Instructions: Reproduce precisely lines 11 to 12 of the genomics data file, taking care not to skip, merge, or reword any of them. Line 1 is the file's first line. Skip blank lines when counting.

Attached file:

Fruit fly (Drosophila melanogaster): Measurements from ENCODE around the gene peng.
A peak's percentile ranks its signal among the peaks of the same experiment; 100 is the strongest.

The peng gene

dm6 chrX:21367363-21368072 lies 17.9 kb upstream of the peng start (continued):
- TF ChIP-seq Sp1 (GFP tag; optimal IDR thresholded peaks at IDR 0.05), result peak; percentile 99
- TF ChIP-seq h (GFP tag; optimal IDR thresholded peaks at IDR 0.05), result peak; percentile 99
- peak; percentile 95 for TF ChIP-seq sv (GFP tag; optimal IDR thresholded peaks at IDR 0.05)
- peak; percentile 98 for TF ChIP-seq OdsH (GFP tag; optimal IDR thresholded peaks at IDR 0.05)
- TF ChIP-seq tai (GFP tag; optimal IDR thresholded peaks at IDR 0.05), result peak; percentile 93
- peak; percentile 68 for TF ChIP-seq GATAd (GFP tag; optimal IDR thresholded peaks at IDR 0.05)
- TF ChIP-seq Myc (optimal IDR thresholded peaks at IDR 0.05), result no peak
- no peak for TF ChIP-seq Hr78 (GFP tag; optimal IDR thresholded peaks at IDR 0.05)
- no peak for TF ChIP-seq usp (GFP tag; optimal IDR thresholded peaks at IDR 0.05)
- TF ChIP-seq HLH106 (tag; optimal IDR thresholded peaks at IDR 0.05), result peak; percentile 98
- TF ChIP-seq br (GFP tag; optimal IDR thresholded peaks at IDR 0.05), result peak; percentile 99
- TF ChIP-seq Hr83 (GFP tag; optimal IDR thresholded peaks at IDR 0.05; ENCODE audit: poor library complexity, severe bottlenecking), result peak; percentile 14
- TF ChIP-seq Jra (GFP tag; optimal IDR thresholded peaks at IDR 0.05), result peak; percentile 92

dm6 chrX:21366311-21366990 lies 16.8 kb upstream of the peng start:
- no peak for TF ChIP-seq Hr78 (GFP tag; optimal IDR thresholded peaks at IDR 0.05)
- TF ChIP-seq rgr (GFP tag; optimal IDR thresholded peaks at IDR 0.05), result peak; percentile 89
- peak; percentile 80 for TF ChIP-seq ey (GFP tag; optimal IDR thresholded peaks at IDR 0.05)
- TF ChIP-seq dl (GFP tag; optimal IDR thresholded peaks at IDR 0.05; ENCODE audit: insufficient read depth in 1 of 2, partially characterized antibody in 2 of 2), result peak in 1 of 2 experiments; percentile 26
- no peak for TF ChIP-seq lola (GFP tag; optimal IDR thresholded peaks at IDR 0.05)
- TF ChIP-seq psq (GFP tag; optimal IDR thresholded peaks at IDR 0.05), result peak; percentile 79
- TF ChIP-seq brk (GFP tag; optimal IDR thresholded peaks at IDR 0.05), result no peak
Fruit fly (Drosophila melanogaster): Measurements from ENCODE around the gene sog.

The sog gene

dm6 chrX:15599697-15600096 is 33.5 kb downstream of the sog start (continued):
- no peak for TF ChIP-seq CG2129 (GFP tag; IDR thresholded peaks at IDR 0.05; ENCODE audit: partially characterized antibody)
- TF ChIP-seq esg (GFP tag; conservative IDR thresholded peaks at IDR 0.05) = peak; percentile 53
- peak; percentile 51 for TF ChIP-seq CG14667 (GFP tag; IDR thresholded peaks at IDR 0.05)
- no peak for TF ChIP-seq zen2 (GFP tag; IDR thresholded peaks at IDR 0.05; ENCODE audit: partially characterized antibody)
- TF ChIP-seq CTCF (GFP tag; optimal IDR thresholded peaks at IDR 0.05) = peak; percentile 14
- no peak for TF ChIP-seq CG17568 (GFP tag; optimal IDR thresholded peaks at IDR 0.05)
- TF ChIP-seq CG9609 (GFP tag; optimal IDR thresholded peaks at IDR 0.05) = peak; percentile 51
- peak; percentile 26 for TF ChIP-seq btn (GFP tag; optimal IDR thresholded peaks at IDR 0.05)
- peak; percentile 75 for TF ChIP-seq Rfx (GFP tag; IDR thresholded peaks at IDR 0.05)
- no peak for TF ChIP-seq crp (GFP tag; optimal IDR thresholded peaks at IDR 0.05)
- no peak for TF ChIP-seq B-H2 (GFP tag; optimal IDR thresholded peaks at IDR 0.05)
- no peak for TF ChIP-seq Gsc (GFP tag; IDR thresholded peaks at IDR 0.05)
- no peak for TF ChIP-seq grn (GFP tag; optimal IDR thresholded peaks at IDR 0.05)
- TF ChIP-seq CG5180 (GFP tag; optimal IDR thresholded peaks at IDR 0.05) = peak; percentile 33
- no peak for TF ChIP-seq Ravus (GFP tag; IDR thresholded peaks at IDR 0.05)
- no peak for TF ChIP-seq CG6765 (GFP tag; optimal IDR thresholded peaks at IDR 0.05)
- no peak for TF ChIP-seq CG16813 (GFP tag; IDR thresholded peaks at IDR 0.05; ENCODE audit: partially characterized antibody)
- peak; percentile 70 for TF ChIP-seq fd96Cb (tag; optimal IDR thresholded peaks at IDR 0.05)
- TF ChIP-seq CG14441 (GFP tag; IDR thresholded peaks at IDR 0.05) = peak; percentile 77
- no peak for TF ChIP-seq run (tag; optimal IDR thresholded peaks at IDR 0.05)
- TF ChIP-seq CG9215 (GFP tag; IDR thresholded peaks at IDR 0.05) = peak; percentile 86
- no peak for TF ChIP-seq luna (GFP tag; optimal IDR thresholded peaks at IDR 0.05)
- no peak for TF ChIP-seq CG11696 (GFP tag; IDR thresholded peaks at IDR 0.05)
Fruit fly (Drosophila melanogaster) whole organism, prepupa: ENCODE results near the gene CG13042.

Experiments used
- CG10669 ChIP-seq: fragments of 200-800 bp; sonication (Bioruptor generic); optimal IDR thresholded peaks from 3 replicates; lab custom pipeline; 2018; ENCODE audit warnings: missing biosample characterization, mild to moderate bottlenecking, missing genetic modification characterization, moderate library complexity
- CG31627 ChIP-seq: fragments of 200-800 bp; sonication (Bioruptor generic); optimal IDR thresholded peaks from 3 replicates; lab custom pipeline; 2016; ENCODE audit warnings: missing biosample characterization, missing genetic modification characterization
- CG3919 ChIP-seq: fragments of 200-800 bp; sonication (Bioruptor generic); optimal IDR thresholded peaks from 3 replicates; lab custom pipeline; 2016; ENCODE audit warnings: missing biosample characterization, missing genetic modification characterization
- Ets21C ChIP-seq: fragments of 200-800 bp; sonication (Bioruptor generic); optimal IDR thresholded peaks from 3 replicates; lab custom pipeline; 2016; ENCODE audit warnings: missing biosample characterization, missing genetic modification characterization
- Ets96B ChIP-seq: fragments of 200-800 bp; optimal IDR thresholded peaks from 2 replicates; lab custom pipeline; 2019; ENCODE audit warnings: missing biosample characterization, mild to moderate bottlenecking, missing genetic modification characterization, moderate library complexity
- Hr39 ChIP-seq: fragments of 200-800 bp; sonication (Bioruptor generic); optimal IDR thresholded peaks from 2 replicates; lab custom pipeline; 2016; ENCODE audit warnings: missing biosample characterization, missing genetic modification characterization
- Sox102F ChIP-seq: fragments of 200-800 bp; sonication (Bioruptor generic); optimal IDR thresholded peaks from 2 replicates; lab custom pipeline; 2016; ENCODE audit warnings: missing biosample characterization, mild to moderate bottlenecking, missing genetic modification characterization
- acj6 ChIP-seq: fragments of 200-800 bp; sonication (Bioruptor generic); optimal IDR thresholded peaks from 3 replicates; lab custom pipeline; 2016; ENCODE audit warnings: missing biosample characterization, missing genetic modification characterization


- TF ChIP-seq Myc (optimal IDR thresholded peaks at IDR 0.05), result no peak
- no peak for TF ChIP-seq Hr78 (GFP tag; optimal IDR thresholded peaks at IDR 0.05)